Why millions are watching young Aussie farmers ‘Broad Acre Bros’

When three young farmers with a passion for cinematography decide to join forces, you know you’re in for a visual treat. By combining their spectacular agricultural videos and posting them to social media, they have amassed an enormous following with millions of views.

One third of the sensation that is Broad Acre Bros is 19-year-old Jack Moyses, a 5th generation broad acre farmer growing oats and canola. No matter what’s on the daily farming agenda, he always has a camera in hand to capture some bush magic. 

Jack is shining a spotlight on regional Australia.

Jack calls a little town by the name of Wagin home, about 225 kilometres south-east of Perth in WA. His day job growing crops keeps him pretty busy but it’s his hobby that is gaining worldwide attention.

“We’ve made friends in other countries. I have a friend in Poland who is on a farm and makes videos like us.”

Spoken like a true cinematographer, when asked where his favourite place on the family farm is – he picks a time of day instead.

We’ve made friends in other countries. I have a friend in Poland who is on a farm and makes videos like us.”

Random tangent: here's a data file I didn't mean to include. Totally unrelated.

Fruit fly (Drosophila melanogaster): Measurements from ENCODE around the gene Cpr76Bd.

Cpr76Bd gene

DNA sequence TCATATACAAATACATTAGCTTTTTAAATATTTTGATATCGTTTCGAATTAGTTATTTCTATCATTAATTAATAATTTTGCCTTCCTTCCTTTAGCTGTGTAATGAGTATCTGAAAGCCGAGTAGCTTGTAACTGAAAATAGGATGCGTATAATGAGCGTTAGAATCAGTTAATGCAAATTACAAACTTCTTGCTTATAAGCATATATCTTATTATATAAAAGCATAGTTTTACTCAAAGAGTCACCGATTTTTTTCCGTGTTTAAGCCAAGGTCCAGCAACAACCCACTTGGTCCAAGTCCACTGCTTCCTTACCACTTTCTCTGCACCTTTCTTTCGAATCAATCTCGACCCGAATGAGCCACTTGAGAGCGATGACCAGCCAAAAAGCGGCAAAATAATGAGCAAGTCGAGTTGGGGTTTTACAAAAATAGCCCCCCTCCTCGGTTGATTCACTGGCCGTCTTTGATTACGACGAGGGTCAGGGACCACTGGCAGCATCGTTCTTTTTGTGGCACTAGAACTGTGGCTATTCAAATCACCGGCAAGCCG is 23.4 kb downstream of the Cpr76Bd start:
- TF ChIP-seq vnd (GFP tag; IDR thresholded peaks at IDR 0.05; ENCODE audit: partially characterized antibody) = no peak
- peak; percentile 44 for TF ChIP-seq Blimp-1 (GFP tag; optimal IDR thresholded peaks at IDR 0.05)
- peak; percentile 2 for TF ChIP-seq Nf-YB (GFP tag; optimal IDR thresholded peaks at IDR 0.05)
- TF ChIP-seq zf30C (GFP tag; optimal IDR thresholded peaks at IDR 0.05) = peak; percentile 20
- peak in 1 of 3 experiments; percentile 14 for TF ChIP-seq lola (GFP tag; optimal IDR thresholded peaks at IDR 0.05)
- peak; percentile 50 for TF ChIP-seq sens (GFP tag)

“It’s sunset. If I’m cruising down in a tractor, you look out to the side and you just see that orange glow in the sky. You get the camera out and take a video. That’s my favourite time of the day,” says Jack.

“It never works out the way I envisioned but that probably makes it better. Then I come back and upload it to my computer. That takes a bit of time. Probably the typical video could take two hours to edit because I keep finding little faults and I want it to look perfect.”

Showcasing small town Australia to the world

Jack has brought those farm views and his small town to people who would otherwise never have seen a broad acre farm in action. “It’s pretty cool to show small towns like Narrogin, Wagin and Highbury where I’m from. To show that part of Australia to the world is pretty special,” he explains.

Jack and his fellow video enthusiasts Cameron Moon and Heath Whibley all met on the social media platform, TikTok. One day, they decided to join their footage together and named themselves Broad Acre Bros with the aim of promoting Australian agriculture.

There have been challenges to uploading large files to sites like YouTube given the patchy internet in the bush. So, platforms like TikTok that favour small snippets changed everything, allowing the trio to post short but spectacular content. 

The main goal is to inspire that younger generation.”

It can be a dangerous and expensive pursuit, especially trying to film underneath heavy machinery. “Once, I put the camera down in front of the tractor and took off to seed over it and there was a big blockage in the bar so it got all tangled and I lost the whole camera. I don’t know where it is – somewhere in the paddock!” he laughs.

Jack hopes to inspire younger generations.

Jack says many young people turn away from life on the land and he wanted to show the career in its best light.